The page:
TikTok-UMG music purge: Taylor Swift, Billie Eilish and more disappeared from the site

TikTok users are still caught up in the battle between Universal Music Group and TikTok. But the musicians themselves aren't standing still, with some adding another Grammy to their trophy cases on February 4th. This is a positive end to a week where many users woke up on February 1st and discovered music from their own videos. A dispute between UMG and a video-sharing social media platform resulted in the removal of content created or viewed.

Videos are muted even if they only contain a few seconds of a UMG artist's song, and UMG music is no longer available in new videos.

The dispute with TikTok involves big stars — UMG artists include Taylor Swift, The Beatles, Billie Eilish, Drake, The Weeknd, Bad Bunny, and more. A complete list of artists can be found on his UMG site. Swift and Eilish were among those at the Grammy Awards on February 4, and Grammy host Trevor Noah also joked about the feud during his opening monologue.

“Unlike TikTok, there's everyone at the Grammys!” Noah said at the awards ceremony. “Didn’t you see? Universal just pulled all of their artists off TikTok…and you know what? TikTok? Shame on you! Shame on you for ripping off all these artists!…That’s just how it is. What do you do? That's Spotify's job. ”

TikTok is a massive social platform and music app with over 1 billion users worldwide and over 100 million in the United States. And with the fact that its parent company, ByteDance, is Chinese, the site is no stranger to controversy. U.S. lawmakers argue that Chinese law allows the Chinese government to request data from companies based in the country, but TikTok says such concerns are unfounded. are doing. Still, the federal government and some states prohibit its use on government or state equipment.

TikTok creators can create videos using music accessed from the site's library. Millions of TikTok videos use those sounds. According to Forbes magazine, Taylor Swift's song “Cruel Summer” alone has been used in about 2.5 million videos. Here's what you need to know about the dispute and how to replace other music if your video is affected.

What happened to the video?

Videos previously created by TikTok creators using artists who were allowed at the time were still on the site on Thursday. However, it came with a note stating that the music was no longer available. The sound was muted for the entire video, even if the affected artist's music was only briefly used. You can still watch the videos, but on sites where dancing and lip-syncing are a big part of the content, those videos are essentially useless without audio.

This change is global and doesn't just affect TikTok videos created in specific countries.

How to replace with other music

If music is removed from one or more videos, affecting hundreds or thousands of videos by some TikTok creator, a message will appear on the thumbnails of those videos. TikTok should give you the option to choose new sounds from non-UMG music. That list includes Paul Russell's TikTok hit “Lil Boo Tongue,” Cyndi Lauper's 1983 hit “Girls Just Want to Have Fun,” Coolio, Green Day and Weezer. Contains music from.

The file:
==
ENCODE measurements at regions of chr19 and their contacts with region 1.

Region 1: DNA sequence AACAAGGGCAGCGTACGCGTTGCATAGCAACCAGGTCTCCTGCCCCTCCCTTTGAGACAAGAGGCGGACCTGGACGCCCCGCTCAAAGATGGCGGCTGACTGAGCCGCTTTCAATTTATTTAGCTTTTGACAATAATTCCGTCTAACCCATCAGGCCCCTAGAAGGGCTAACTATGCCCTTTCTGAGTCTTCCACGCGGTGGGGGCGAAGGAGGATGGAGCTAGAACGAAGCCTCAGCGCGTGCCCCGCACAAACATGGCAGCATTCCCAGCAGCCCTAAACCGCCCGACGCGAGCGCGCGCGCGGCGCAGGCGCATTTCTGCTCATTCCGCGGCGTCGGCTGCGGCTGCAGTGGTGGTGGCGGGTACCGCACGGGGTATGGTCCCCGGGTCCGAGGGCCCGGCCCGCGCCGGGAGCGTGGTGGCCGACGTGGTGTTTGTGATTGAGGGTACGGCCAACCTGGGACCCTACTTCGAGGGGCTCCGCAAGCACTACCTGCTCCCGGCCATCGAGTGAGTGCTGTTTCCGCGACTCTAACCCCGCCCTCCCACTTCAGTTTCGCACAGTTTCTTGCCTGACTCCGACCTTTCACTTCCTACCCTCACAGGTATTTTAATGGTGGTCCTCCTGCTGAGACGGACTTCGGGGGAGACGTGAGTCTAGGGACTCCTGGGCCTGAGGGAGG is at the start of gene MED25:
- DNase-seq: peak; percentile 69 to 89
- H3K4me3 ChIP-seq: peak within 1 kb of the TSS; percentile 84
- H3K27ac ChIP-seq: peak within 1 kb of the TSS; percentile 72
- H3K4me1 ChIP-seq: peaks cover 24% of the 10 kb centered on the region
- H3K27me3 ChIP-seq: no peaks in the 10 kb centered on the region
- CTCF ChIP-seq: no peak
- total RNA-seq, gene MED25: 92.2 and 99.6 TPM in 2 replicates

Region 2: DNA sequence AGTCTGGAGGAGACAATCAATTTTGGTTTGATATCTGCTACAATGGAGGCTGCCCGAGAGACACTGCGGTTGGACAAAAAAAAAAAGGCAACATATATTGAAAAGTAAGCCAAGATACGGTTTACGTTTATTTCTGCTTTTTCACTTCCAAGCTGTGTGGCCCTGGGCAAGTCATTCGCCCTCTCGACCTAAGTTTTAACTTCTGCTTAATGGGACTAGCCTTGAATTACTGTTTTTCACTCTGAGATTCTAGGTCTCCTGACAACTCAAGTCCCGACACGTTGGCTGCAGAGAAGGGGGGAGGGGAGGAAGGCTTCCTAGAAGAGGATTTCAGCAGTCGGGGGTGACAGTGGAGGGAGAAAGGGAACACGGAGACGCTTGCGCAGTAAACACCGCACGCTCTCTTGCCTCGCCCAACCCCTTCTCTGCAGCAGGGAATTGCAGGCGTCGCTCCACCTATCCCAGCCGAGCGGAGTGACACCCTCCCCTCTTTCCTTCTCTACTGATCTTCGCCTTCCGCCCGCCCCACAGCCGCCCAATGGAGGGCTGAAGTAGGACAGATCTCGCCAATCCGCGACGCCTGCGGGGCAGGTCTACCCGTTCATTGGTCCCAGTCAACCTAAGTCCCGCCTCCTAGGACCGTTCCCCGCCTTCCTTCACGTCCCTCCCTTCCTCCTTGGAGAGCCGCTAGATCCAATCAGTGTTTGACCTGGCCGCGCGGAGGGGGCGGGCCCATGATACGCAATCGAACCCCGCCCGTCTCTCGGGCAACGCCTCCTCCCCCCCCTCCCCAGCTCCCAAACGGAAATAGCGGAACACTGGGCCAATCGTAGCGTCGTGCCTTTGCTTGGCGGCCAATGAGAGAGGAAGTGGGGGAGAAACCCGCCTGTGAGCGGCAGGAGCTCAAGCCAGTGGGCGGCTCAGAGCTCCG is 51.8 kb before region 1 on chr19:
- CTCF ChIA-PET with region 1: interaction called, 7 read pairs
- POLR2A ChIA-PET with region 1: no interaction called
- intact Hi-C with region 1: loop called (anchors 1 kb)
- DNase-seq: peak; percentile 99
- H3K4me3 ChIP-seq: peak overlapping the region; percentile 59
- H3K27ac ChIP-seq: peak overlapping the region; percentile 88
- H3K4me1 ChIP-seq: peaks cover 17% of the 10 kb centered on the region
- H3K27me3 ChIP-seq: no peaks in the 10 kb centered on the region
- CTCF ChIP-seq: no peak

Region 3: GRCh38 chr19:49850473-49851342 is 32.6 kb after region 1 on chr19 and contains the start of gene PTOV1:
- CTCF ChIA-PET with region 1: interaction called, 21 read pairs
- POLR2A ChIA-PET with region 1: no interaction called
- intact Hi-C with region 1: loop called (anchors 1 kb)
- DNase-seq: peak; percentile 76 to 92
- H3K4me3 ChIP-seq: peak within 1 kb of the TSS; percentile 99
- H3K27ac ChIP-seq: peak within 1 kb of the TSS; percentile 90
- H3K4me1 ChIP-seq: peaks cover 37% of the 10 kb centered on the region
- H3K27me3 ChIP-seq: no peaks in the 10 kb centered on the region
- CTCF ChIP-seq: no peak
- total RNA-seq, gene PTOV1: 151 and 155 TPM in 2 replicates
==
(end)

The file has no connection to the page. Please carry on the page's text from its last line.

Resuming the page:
Some video creators are attempting a stop-gap solution by using sped-up or tweaked versions of the UMG songs they originally used, but audio detection software may ban those clips as well. is high. Video creators may want to start looking for independent music available on TikTok or consider providing their own background soundtrack. In fact, this ban could be a boon for smart independent music artists if they can see their music go viral, as many creators are suddenly looking for new music. .

UMG complaints

It wasn't surprising that the music would cut out. Two days before the contract between the two businesses was set to expire, UMG published a letter on its website announcing its intention to declare a “time-out” on TikTok. UMG said in the letter that the company has been pressuring TikTok on three issues: “adequate compensation for artists and songwriters, protecting human artists from the harmful effects of AI, and online safety for TikTok users.” Stated.

UMG also said that “TikTok has offered to pay our artists and songwriters a fraction of the fees paid by similarly located major social platforms.”

TikTok creators saw messages like this on Feb. 1 if they used music by Universal Music Group artists.

Screenshot by Gael Fashingbauer Cooper/CNET

TikTok's response and UMG's response

UMG's letter was long. TikTok fired back with a short, three-paragraph response. Although it did not provide details on the three issues mentioned in UMG's letter, TikTok called the controversy “sad and unfortunate” and said UMG “put their own greed ahead of the interests of artists and songwriters.” He accused them of giving priority to

“TikTok was able to reach 'artist-first' agreements with all other labels and publishers,” it said in a statement. “It's clear that Universal's selfish actions are not in the best interest of our artists, songwriters, and fans.”

In July, TikTok reached a new music licensing agreement with Warner Music Group, and songs from these artists will continue to be available. Among them is Lizzo, Panic! At the Disco, Blake Shelton and the Doors.

In a statement sent to CNET after TikTok's response, a UMG representative elaborated further.

“TikTok still says artists should be grateful for the 'free promotion' and expects music companies to compensate artists and songwriters appropriately and at a level similar to what other social media platforms currently do.” “Greed,'' the emailed statement said. Said. “TikTok also made no attempt to address other issues we raised regarding harmful AI and platform safety.”

TikTok did not immediately respond to a request for comment.

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